Exploring Delhi the Italian way – The New Indian Express

Delhi’s cityscape, heritage and culture are what inspire a number of people to document the city over the years. A few mention how chroniclers are narrators who provide an authentic account of this city. However, globetrotters who visit Delhi and, in due course, fall in love with its magnanimity, provide a new perspective on the bustling metropolis. Their eyes often try to find a link between their homeland and this city. It was the same for Elena Tommaseo (57), a Venetian who moved permanently to Delhi in 2010. “Being an Italian living with an Indian family, I could understand the perspectives of both cultures,” she shares. -she.

Photographs of various locations in
Delhi documented by Elena Tommaseo
as part of his Instagram micro-blog
“Elena and Delhi”

Tommaseo first arrived in the capital in 1997. An avid traveler, she fell in love with Delhi as soon as she set foot there. After working as an Italian tourist guide, she accompanied groups of Italian tourists around the city. “A lot of people have come to me and said, ‘You can understand our feelings and our fears because you’ve experienced them before.’ I like to offer a neutral perspective [of Delhi and India]“, she mentions. In partnership with Delhi by Cycle, a tours and tours organization, it has also organized a number of cycle tours in Old Delhi. “That’s what really sparked my interest in going for stories about Delhi,” she says. “The bike tours took me into the city’s enchanting history and culture. I fell in love.”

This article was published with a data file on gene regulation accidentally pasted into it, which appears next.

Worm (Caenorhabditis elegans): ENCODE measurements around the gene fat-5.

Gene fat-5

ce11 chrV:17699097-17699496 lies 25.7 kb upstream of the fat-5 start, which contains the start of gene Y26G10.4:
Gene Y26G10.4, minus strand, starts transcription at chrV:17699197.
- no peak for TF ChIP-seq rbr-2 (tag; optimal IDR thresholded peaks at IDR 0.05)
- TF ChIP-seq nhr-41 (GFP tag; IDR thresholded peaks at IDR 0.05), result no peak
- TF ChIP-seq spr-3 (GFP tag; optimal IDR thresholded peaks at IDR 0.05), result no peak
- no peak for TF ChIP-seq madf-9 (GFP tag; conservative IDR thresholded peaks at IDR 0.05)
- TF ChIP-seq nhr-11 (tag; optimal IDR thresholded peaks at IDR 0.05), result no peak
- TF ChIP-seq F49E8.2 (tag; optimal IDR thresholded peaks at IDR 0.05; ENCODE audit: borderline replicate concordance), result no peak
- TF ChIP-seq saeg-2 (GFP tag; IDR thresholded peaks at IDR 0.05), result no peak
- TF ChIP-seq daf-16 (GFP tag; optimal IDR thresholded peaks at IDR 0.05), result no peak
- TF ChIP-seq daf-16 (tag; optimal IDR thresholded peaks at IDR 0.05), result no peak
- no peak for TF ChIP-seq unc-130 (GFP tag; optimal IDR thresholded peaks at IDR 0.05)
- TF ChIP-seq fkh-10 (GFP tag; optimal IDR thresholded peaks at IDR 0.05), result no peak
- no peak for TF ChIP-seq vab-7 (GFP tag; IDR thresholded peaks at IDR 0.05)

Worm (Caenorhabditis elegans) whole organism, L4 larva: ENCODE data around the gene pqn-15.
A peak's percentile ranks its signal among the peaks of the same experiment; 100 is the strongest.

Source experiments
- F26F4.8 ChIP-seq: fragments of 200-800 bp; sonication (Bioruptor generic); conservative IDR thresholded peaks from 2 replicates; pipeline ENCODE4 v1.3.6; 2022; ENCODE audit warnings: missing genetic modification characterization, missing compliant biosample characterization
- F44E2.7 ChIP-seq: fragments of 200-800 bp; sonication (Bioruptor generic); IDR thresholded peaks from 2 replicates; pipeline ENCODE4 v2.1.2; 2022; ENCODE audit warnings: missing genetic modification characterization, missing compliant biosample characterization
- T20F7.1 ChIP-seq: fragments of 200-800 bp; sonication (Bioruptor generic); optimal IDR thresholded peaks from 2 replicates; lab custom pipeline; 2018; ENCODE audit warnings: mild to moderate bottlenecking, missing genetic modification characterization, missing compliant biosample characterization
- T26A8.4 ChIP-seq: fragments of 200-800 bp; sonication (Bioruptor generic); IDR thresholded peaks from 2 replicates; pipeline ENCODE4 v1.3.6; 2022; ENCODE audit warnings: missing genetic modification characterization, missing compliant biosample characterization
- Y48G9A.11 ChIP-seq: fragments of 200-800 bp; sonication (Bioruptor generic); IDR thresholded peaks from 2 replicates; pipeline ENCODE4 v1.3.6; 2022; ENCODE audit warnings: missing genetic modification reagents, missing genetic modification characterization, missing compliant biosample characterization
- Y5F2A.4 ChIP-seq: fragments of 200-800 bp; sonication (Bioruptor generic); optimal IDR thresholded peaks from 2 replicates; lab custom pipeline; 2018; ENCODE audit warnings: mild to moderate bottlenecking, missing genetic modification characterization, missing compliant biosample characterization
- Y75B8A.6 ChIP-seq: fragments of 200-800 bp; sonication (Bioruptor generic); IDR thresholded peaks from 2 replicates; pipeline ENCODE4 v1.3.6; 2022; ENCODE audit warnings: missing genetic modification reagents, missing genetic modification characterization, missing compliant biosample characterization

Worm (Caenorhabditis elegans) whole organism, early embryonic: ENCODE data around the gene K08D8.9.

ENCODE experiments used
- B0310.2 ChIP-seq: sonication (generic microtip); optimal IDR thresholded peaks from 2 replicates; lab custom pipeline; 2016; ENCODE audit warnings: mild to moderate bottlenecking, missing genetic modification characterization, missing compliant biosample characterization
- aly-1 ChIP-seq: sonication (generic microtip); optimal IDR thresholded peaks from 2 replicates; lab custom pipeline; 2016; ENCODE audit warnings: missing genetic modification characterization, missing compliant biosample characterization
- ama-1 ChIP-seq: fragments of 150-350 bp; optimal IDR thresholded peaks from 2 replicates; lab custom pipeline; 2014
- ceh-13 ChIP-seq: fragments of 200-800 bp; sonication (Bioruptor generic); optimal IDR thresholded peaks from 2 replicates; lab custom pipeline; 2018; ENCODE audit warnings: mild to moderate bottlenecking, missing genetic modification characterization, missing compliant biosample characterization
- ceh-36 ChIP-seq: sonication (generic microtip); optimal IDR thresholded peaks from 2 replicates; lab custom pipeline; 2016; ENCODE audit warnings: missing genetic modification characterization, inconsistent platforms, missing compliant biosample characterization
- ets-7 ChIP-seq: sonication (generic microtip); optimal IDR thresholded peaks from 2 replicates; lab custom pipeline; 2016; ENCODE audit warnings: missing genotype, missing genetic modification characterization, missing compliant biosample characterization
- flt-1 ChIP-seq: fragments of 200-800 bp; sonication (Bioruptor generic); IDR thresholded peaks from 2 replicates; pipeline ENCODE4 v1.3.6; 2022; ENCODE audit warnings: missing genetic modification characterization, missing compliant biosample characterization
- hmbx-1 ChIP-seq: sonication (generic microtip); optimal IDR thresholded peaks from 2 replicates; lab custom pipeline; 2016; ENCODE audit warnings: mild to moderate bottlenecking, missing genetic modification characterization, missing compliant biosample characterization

The real life of Delhi

Tommaseo’s Instagram micro-blog, “Elena & Delhi,” which she started in 2020, is a way to educate her overseas audiences about real Indian culture and document the city she fell in love with. “It was during the second wave of COVID-19. There was misinformation everywhere. People asked me if there were real cremated bodies under my window. So I started writing regularly about real life in Delhi,” she says. A lover of the capital’s rich heritage and culture, Tommaseo says she finds the narrow lanes of Old Delhi similar to the serpentine labyrinths of Venice.

Connect past and present

Posing as a Venetian who is following in the footsteps of Italian writer and explorer Niccolao Manucci some 350 years later, Tommaseo expresses that her love for Shahjahanbad (Old Delhi) is partly derived from the many accounts she has read about Manucci’s life during Shahjahan’s reign. “I say this as a joke, but as Manucci is from my hometown, somehow I feel close to him and Purani Delhi. When I cross the galis [lanes]I can imagine what it must have looked like in its time,” she says.

With a love for the city that matches those who have lived here far longer than she has, she concludes, “Although I do miss some things about Italy, especially the food and my friends and family there- down, Delhi is my home now. ”

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